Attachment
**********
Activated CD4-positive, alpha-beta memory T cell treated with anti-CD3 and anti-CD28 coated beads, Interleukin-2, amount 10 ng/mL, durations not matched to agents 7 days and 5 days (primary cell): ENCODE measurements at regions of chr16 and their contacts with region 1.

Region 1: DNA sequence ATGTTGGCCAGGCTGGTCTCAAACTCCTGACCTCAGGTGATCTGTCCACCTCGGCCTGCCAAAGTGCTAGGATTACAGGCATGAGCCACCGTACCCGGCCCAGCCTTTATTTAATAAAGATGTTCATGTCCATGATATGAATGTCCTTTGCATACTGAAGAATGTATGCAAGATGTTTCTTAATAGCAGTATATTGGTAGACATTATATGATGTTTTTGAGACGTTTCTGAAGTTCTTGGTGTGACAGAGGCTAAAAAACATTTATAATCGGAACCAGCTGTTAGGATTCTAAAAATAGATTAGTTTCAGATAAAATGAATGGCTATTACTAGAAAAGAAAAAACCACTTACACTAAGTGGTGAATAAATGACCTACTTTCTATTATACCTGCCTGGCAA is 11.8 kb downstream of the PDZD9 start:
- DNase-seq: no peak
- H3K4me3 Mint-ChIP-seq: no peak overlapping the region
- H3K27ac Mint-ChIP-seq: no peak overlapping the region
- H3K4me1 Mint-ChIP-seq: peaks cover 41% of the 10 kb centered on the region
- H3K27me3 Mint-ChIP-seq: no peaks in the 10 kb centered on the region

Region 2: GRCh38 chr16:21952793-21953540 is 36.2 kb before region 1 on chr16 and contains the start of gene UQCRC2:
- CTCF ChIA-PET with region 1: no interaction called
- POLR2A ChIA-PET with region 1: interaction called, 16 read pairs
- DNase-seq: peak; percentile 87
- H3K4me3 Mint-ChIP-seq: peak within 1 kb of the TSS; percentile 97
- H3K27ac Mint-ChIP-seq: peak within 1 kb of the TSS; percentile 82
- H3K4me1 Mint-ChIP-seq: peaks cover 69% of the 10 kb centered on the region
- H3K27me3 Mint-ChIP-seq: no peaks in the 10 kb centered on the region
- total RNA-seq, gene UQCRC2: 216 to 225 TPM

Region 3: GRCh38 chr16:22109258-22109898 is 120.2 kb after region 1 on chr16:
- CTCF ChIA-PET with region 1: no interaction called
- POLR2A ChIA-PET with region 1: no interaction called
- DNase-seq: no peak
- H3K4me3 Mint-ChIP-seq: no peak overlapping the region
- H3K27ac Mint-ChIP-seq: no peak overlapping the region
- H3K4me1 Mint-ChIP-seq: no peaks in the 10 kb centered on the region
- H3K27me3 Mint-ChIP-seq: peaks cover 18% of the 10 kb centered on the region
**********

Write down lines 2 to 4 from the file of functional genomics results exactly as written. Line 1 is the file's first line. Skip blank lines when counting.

Region 1: DNA sequence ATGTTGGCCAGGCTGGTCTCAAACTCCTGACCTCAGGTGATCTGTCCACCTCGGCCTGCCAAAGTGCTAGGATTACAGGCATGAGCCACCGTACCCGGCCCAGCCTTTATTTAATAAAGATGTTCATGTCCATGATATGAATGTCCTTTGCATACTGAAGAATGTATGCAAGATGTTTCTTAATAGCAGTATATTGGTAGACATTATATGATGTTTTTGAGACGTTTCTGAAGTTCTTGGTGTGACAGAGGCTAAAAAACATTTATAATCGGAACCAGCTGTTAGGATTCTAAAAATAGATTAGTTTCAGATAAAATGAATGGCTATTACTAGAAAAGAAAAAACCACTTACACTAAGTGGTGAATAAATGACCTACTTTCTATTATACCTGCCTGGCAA is 11.8 kb downstream of the PDZD9 start:
- DNase-seq: no peak
- H3K4me3 Mint-ChIP-seq: no peak overlapping the region